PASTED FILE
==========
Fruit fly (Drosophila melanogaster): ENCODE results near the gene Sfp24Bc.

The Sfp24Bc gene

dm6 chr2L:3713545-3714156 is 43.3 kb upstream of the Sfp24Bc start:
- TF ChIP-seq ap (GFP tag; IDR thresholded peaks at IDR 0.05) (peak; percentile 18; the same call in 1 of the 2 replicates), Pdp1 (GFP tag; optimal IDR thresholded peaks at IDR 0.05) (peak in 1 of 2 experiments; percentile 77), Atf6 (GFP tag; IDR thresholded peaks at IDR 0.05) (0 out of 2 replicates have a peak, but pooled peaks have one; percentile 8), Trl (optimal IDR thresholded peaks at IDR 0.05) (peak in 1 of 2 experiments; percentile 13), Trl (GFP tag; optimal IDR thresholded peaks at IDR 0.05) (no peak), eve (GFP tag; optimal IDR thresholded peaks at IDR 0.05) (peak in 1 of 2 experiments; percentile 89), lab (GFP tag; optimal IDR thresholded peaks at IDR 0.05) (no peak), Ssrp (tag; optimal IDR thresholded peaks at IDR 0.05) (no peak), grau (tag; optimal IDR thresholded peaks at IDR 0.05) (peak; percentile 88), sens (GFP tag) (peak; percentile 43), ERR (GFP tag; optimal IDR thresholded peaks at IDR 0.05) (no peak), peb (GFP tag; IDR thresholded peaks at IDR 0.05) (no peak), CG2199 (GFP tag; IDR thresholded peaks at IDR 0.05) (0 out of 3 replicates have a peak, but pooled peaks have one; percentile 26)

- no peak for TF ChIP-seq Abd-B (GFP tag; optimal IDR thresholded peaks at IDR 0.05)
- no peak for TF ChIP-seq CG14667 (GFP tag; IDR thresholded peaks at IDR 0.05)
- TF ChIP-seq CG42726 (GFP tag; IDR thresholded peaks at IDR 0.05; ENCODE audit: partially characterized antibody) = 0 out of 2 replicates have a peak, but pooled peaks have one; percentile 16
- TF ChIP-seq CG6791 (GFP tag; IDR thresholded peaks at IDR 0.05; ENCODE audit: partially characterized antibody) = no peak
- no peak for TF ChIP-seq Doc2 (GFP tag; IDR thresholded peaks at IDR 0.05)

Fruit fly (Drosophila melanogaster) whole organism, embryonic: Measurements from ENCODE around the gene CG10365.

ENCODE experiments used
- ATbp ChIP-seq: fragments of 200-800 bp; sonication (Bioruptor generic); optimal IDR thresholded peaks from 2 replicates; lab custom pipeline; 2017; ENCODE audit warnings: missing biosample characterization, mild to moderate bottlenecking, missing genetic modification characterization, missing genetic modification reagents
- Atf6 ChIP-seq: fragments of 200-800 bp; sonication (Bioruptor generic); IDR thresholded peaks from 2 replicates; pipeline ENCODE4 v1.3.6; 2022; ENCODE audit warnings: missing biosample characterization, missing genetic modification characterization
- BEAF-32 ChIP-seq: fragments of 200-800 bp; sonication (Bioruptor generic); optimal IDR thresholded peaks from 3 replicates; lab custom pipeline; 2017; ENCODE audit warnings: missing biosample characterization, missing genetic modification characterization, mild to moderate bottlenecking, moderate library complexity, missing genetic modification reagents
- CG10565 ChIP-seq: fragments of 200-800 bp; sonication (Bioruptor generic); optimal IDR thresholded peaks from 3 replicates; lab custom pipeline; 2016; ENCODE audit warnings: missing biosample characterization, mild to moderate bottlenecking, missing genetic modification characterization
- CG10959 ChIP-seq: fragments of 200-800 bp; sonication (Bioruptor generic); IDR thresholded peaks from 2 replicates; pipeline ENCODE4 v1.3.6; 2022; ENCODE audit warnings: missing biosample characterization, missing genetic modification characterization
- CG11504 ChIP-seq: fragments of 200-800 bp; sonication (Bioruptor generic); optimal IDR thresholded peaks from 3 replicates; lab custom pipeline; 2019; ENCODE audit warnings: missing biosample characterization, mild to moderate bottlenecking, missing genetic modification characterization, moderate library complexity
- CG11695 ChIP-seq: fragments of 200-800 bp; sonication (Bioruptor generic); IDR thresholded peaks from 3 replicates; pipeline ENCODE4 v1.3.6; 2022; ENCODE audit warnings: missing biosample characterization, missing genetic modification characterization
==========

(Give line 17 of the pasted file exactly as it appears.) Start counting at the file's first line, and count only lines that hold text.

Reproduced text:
- CG11504 ChIP-seq: fragments of 200-800 bp; sonication (Bioruptor generic); optimal IDR thresholded peaks from 3 replicates; lab custom pipeline; 2019; ENCODE audit warnings: missing biosample characterization, mild to moderate bottlenecking, missing genetic modification characterization, moderate library complexity